July 29th- July 31st

Monday, July 29th- Last week of field work!

Today I started my last week of field work by visiting another agricultural community at Mile 4 called Menda. The main environmental challenges this community suffers from are the irregularity in the rainy season and poor soil, both which affect their yields. There has also been rampant deforestation to make room for development, but whether tree felling is occurring in the bushes as well as in the neighborhood is unclear.


In the afternoon, I went over to the Jackson’s house to visit and use their fast internet (the American family). Their house is only a 10 minute walk from mine. I was able to skype with my family and catch up on some AXO work. I ended up staying the whole afternoon and got to eat dinner there too. The family is incredibly welcoming and their house is like a little oasis. Very exciting to be able to use a flushable toilet for the first time in Cameroon!

Tuesday, July 30th- The Jackson Village ❤

Since Menda suffers from very few issues, the surveys were very short today and I finished work at around 11 AM. I went over to the Jackson’s again to buy some coffee from the father, and stayed again all afternoon to type up my reports and hang out with the girls. Although, I cannot say that I got that much work done! The Jackson‘s house is called the Jackson Village, because there are always 10 or more people in the house; and they consider all their friends as a part of the family. It has been very lonely back at my home for the past week because Mama Regina has been on a trip to Yaounde and the boys keep going out, so I really appreciated being invited to stay for dinner for a second night in a row. ALSO, I learned that they have two horses!!! Caitlin said I can go riding with her if I like; something I will have to take advantage of next week!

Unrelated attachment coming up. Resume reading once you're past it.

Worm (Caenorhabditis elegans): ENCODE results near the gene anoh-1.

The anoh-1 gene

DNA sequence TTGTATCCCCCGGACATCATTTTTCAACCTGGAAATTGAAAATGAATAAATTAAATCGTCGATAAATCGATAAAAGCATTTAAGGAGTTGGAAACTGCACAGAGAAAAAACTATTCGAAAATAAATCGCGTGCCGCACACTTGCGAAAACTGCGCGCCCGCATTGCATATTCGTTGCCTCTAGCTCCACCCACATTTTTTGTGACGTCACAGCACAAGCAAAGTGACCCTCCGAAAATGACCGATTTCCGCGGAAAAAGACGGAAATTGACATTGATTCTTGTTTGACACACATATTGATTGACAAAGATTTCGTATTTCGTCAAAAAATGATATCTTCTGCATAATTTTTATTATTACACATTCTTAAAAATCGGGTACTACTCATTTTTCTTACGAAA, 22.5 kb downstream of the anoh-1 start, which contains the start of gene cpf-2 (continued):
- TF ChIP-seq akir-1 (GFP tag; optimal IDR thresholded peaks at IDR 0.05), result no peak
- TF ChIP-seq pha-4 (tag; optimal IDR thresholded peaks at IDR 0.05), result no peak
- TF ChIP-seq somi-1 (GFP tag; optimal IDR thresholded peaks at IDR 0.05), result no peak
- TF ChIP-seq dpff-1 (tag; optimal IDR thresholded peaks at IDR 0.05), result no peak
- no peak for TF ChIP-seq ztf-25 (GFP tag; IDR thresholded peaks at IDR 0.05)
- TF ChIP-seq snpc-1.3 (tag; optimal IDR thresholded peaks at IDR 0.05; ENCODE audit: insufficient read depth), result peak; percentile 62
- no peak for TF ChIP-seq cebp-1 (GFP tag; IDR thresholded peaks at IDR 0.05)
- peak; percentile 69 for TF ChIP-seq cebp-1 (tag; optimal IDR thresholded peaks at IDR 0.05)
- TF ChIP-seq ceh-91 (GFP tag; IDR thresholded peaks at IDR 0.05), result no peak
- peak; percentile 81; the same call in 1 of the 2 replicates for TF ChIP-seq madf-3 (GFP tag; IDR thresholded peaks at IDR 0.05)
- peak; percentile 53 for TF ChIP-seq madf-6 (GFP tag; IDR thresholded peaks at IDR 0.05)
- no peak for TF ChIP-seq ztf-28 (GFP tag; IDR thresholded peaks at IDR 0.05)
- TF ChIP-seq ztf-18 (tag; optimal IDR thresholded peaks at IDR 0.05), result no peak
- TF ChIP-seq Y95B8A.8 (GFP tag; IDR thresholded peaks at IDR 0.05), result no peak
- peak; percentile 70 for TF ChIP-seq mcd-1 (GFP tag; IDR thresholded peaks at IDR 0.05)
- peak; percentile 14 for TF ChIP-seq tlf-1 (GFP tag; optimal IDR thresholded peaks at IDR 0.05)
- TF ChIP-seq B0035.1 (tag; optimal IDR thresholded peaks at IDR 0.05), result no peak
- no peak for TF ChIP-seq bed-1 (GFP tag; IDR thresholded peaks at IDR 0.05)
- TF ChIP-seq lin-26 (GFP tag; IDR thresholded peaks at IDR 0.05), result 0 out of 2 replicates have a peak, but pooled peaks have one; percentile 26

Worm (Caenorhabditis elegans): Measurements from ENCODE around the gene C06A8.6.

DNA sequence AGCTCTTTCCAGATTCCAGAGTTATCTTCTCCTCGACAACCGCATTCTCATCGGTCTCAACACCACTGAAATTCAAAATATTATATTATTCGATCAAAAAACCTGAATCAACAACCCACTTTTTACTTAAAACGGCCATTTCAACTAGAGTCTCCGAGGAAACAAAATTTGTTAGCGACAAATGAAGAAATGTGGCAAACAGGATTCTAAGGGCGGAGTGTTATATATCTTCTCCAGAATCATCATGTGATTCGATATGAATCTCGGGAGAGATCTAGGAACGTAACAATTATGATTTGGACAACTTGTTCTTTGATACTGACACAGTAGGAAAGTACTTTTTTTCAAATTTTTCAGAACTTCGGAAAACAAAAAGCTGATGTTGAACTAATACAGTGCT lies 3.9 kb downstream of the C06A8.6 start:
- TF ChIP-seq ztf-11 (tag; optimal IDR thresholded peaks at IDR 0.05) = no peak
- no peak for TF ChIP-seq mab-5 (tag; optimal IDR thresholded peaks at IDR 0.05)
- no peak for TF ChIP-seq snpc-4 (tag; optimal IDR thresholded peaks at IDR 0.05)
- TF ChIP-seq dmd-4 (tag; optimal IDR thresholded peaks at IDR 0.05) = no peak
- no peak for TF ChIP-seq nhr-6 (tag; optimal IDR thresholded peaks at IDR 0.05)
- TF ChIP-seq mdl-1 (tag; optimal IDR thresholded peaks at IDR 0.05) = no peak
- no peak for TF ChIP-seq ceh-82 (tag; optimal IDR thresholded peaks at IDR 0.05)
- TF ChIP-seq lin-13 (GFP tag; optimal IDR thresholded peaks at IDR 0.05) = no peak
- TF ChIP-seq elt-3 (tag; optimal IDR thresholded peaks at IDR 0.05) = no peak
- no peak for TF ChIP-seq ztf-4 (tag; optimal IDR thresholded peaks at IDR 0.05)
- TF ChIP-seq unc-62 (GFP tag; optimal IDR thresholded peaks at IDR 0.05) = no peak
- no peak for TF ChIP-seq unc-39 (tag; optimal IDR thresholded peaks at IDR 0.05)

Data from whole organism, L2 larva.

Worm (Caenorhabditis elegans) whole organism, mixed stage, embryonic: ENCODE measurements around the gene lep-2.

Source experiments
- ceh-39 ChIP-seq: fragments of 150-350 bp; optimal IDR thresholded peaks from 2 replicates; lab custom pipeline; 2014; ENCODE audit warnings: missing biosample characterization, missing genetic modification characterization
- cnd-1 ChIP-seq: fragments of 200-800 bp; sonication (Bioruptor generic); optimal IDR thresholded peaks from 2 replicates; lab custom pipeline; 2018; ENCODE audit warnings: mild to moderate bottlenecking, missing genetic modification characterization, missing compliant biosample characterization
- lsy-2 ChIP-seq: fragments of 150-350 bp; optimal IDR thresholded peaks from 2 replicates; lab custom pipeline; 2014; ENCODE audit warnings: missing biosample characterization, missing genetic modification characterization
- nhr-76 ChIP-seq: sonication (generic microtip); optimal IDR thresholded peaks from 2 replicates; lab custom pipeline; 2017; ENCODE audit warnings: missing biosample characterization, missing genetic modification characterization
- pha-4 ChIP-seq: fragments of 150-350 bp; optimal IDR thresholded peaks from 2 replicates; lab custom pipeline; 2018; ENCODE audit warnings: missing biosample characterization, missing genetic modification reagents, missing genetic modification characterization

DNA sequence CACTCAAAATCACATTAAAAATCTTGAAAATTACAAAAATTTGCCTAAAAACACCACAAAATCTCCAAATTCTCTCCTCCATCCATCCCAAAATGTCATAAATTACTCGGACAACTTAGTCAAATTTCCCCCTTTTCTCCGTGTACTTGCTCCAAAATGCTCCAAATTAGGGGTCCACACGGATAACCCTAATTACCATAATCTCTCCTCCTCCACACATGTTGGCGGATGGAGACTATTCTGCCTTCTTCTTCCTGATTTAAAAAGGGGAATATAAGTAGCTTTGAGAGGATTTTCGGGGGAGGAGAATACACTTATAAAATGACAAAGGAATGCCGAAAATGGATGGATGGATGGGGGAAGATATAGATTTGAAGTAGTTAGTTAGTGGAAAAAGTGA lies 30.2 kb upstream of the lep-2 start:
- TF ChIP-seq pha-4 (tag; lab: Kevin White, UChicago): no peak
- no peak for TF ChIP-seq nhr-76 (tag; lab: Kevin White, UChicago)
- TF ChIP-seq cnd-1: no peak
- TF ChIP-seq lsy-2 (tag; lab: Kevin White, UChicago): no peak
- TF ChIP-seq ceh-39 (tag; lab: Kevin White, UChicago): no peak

The Jacksons’s Kitchen! Karissa on the right and Loom on the left! 



Their view! 





Wednesday, July 31st- Over the hump!

For some reason homesickness decided to hit this past weekend, and stay until today, but I think I am finally over the hump! I was up late last night worrying about trifles and felt really off at work so I left the field early to go on a run and clear my head. This was my first time running in Cameroon and although a little tough, it was beautiful out and the views of the town are gorgeous from the hills (I do cardio kickboxing in my room to stay in shape, but no running!).

Afterwards, Karissa Jackson invited me to go into town and grab coffee with the girls and some visiting friends. We went to Prescafe, the restaurant next to the craft place, and I got to have a delicious cappuccino. The Jackson’s and their friends are hilarious; I could very easily live with them all year round, and I already feel like part of the family. It is always fun to go around with them since they speak pigeon fluently and know how to handle themselves in the market. We decided to head home after some thrift shopping when it started to rain.

Prescafe! Karissa, Loom (their Cameroonian sister), me, and Johnathan (a friend from the US) 



Karissa was driving us back home in their family car when an idiotic taxi driver drove into the side of our car. Immediately we were surrounded by Cameroonians on all sides fighting over what had happened and who was at fault. Amazingly, Karissa kept her cool while insisting she was not at fault. We were blocked in by the taxi and unable to drive away, but she was able to finally convince the driver to back up and let us through. Our car was scratched, but his entire bumper was falling off and the side of his car was crunched in—his own fault. We drove away without further discussion, since the taxi driver did not want to have to deal with paying us for the scratch. Driving in Cameroon is crazy, and we were very lucky that we were in the North West Region, since elsewhere the witnesses might have insisted that the white person was at fault purely because they are white and are more likely to have money. However, the general public is a lot more accepting here than in other regions.

My day was made when Mama walked in at 6 PM with all of her luggage. She has been gone for a week, and I am so happy to have her back!